I am a strong proponent of women empowerment. Giving equal opportunities for women to unleash its potential has been one of my key missions together with my husband, Ridwan Kamil, the Governor of West Java. This vision can be propelled by streamlining tech advocacy into our women empowerment programme.
I am currently leading a number of initiatives, such as the Family Welfare Empowerment movement (TP-PKK), National Craft Council (Dekranasda) West Java, West Java Move (Jabar Bergerak), Women School (Sekoper Cinta), Women Literacy, Girls and Kids Literacy, and Traditional Market Ambassador in West Java. These unique initiatives are crafted to address problems that loom large and hamper women development, not only in West Java but also nationally.
West Java is the third most heavily densely populated province in Indonesia, with over 48 million people, 24 million of which are women. Women in every corner of the provinces face humongous challenges, including high mother and infant mortality rate, underage marriage, post-divorce situation, women and girls trafficking, domestic abuse, and so on.
One of the key issues provincial government often face is to ensure we can effectively relay public service information to the target audience. Many women in need often cannot access the care they desire, either because they are not aware of the existing government programme or they hold back from reaching out to communities for the fear of being exposed or expelled.
I am an avid user of social media, actively advocating provincial programmes directed to women across a variety of platforms. A systematic and aggressive use of social media could make a dent in promoting government programme to the grassroots.
As an example, the West Java Women School, called Sekoper Cinta, which is a catchphrase abbreviated from ‘women’s school to realise their dreams’ (Sekolah Perempuan Capai Impian dan Cita-cita). It has captured a great deal of interest from the public. With consistent outreach using social media, including from my personal Instagram account, and direct intervention, this short-course training programme managed to convince women that, they, too, could stand on their feet and make a difference in their lives. Over 2,700 women have graduated from Sekoper Cinta, and the number is still counting.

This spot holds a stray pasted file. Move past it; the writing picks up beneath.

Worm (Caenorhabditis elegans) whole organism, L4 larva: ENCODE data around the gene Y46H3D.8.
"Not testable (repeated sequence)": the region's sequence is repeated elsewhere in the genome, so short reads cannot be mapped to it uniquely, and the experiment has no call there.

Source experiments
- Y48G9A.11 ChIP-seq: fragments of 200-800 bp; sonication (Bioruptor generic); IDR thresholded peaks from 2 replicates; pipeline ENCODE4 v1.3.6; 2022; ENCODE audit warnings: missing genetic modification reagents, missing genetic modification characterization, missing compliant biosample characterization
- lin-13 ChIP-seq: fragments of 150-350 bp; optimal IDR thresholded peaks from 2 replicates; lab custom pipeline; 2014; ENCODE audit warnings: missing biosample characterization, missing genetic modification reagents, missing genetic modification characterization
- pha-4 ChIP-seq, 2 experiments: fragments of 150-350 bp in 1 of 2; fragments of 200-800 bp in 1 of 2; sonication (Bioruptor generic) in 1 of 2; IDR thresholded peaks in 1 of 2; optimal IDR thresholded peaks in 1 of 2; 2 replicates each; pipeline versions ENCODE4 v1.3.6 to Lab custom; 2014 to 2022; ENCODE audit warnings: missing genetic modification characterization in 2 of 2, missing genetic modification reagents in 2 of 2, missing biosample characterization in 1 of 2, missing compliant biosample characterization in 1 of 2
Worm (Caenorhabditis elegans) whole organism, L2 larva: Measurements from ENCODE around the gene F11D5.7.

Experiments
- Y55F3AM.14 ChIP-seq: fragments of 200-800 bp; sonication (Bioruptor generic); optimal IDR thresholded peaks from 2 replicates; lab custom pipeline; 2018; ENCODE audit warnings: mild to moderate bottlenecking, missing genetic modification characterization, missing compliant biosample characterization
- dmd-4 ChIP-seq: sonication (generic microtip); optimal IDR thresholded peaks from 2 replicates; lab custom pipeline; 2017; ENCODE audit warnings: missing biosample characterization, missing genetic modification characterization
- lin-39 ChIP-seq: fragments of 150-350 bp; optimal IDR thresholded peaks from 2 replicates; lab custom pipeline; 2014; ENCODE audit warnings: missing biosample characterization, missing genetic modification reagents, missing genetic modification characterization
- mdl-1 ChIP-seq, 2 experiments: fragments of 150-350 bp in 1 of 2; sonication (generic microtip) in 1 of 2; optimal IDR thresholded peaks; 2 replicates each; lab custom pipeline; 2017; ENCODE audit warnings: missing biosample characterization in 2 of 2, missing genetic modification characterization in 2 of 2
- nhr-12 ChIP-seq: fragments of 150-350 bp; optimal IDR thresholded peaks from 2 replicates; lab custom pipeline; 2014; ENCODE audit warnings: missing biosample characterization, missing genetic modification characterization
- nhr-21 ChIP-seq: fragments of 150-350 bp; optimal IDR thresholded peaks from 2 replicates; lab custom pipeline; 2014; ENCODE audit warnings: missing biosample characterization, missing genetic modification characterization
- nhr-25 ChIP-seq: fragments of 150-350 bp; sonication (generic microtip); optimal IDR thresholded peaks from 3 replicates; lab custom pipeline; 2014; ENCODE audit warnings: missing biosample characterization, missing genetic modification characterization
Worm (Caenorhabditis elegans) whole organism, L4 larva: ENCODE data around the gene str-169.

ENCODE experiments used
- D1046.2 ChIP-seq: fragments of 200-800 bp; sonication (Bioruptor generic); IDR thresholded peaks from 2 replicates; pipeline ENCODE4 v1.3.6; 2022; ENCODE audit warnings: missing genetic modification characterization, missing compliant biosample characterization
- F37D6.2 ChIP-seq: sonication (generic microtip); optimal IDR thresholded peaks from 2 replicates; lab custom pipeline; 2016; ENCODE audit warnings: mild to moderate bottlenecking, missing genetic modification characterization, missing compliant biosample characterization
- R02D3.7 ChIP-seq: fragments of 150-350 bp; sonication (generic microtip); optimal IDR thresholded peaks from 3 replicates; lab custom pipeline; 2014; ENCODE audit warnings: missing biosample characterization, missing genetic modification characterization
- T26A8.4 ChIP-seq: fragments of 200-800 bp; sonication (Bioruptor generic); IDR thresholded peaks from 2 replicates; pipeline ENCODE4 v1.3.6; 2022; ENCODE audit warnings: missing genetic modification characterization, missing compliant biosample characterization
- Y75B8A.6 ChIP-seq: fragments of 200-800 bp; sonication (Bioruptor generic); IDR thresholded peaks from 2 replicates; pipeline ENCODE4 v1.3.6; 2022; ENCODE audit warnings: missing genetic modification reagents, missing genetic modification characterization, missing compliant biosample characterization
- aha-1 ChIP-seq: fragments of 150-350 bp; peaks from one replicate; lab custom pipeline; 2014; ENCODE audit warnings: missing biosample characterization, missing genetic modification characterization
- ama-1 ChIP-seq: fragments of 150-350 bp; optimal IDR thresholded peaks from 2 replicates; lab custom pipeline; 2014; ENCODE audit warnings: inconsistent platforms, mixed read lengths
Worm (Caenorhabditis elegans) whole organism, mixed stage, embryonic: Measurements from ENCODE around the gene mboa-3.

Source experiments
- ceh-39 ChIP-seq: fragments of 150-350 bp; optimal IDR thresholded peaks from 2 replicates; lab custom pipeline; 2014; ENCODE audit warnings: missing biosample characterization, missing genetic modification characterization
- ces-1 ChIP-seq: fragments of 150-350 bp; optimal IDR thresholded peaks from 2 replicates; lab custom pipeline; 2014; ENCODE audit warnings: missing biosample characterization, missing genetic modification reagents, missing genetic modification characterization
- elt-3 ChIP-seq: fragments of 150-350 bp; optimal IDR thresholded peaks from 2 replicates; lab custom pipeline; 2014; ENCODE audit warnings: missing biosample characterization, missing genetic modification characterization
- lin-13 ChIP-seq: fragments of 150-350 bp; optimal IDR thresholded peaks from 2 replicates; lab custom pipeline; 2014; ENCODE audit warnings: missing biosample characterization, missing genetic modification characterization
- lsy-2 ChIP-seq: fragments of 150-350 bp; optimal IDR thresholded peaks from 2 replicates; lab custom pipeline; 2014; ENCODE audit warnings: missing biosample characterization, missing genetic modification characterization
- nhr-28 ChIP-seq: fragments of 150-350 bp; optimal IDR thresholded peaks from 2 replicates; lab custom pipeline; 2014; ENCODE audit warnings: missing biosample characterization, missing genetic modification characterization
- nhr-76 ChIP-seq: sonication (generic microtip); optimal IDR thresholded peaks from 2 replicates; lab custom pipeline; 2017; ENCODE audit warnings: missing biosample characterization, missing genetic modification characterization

In 2020, our goal is to mainstream digital literacy into Sekoper Cinta. We are making women-tailored digital literacy booklets to be distributed to women, to ensure they could benefit from our Digital Village infrastructure and IoT adaptation programme. This year, West Java Provincial Government, in collaboration with the Ministry of ICT, deploys up to 600 small satellite facilities to villages with no internet coverage. My goal is to ensure women could optimise these facilities, to access educational content; to trade and do small and medium commerce; and to promote local products.
Digital communication platforms have boosted my productivity and ability to lead complex programmes that require multi-stakeholder coordination. Government is notorious for its multilayered bureaucracy. West Java tries to simplify this by requiring most bureaucracy to be agile, tech and data-driven even up to the village level. Sekoper Cinta has transformed my view that tech and women are the joint force that hasn’t been fully optimised.
I witness how women in grassroot level are so eager to make a difference in their life. Some attended classes with their babies because they cannot afford baby care. Some even went to school with their goats, because it is part of their job and they still need to make ends meet while continuing education. Some had to go through a long-distance trip to these trainings. Making the classes go digital will transform how these women benefit from informal education that can elevate their livelihood to another level.
In my capacity to lead initiatives with the tech-conscious West Java Government, I aspire to continue fighting for the rights of these women to enjoy better education. When you educate a woman, you educate a generation.